I don’t think you were reading the blog when BB reviewed the AirForce Condor SS. It was listed at a 2 or 3 originally on the number rating scale in the specifications.

            Then BB thought the gun was louder than originally thought so Edith updated it to a 4.

            So I don’t know 100% how that rating system works for sound.

            I do know that there should be some kind of rating system for recoil.

            And come to think of it they have some kind of rating that they categorize what type of gun should be used for what kind of animal you can use that type of gun on.

            So why would it be so hard for a recoil rating.

            I think the manufacturers should have that on their box’s they ship their guns in. At least it would be better than their velocity hype.

          • Buldawg
            The Vitamin is not a 1 if a pcp is a 1. And if your NP2 is a 5 what is a magnum springer then. Remember the scale only goes up to a 5.

            So see we could put a rating on recoil and it could help a person to know what to expect from a air gun.

            Maybe for 2015 it is time for a change.

            • Gunfun
              Yea I don’t think I was reading it when he reviewed the Airforce condor and I was just assuming that they used some sort of decibel range for their loudness ratings but it sounds like you are right in that it is more based on individual person interpretation of the loudness.

              Yea if they can rate for noise and energy required for clean kills on certain animals then they should have a rating for spring gun recoil and harshness.

              I was just using the 1 and 5 ratings for the recoil of the vitamin versus the NP2 to state that there is a huge difference between the NP and the NP2 , but you are right a PCP would be a 1 and the Vitamin and my venom and firepower would be a 2 or 2 1/2. But the NP2 in my opinion is a definite 5 as it reminded me of a better looking and feeling in my hands than a Gamo yet was so unrefined in its shot cycle that if I did not know the difference I would swear it was a Gamo whisper spring gun because it hurt my shoulder when it fired and was just plain horrible to shoot.


            • Gunfun
              The NP2 is rated or should I sat touted as a magnum springer which I will say it did shoot faster than a NP by about 70 fps for any given pellet but it was so harsh in it recoil that I would rate it a 5 as a definite.


              • Buldawg
                See that’s what I mean about a recoil rating system.

                I can understand now that the NP2 really is equal to a magnum springer since we put a number to it.

                I could rate every one of my air guns that I own by a 1-5 recoil rating.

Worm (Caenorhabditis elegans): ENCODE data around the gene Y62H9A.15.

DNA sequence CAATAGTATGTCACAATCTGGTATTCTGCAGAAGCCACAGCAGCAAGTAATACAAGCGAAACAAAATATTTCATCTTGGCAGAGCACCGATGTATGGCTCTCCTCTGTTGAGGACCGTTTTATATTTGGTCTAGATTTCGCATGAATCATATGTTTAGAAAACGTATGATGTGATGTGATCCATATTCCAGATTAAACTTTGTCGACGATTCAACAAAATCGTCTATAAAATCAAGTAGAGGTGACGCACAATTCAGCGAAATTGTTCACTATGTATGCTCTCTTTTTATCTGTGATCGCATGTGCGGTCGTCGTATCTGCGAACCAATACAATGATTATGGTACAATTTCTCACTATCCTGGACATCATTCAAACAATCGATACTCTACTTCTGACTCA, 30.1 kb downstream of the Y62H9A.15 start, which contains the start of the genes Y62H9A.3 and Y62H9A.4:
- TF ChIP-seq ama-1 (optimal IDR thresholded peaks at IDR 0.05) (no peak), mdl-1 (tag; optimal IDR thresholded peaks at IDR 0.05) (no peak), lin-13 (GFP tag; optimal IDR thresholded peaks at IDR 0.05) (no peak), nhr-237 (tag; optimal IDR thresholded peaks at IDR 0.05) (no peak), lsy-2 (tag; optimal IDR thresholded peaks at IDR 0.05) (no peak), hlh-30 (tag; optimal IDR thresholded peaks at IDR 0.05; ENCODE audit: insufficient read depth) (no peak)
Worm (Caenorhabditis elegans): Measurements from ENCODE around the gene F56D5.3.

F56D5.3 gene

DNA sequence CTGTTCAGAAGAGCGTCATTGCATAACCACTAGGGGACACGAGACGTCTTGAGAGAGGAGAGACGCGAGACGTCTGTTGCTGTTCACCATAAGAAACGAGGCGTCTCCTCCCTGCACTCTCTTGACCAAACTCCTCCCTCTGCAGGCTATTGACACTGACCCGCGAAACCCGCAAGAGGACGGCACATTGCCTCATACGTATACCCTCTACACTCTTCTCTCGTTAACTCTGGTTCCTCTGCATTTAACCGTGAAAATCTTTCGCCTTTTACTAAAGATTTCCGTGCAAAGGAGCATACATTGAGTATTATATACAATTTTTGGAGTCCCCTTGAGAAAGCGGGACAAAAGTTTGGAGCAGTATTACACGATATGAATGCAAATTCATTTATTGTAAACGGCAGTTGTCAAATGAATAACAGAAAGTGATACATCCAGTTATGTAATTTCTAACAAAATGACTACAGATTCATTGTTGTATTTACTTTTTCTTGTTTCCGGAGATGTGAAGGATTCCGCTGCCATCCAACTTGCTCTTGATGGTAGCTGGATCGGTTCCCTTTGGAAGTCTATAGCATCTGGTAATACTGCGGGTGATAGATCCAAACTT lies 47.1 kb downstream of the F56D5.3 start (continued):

That way when I say my tuned TX is really like shooting a pcp. I mean it is really a 1 and is comparable to a pcp.

                It would take the confusion out of what a gun feels like and help give a better understanding of shooting performance.

                And if some body wanted to get technical they could probably use one of those digital readout scales they use for testing how many pounds of pull a trigger has.

                • Gunfun
                  we used the same pull force gauges at Harley for testing clutch lever pull, brake lever pull, belt tension rating and several other form of measuring in either direction of pull or push do yes they could be rigged up to a shooting stand that uses a sledge type system that would allow it to move in both direction with the gun strapped into it and the gauge hooked onto the sledge moving portion of the stand and all you would have to do is pull the trigger and you would have pounds of force in both directions and would be able to use those numbers to assign a rating system.

                  I can assure you that when a gun is in development it is tested for that exact same effect of shot cycle or if it is not then the engineering is not up to par for being capable of designing a quality air gun. if a air gun company does not put a gun through several thousand shot cycles while measuring every thing possible to be measured then they are not building a quality gun and thereby not delivering a quality product to the public.

                  At Harley we had bikes with strain gauges and potentiometers attached to every moving part of the motorcycle with a 30 pound box full of data capturing equipment wired into all the gauges and potentiometers to gather every input possible that the bikes was encountering while being ridden in several different duty cycles. So I know for a fact that the shot forces can be measured and recorded to give a rating for what the gun will shoot like to give the customer an idea of comparison to use to judge different gun against one another.


                  • Buldawg
                    Yes all in all plain and simple it would be a way to know what that gun is like to shoot in many ways.

                    It could take a while to implement if they went the technical route.

                    But if they would go through and rate them by a 1-5 rating now by what people have experienced and that is agreed on it could be put into place pretty easy.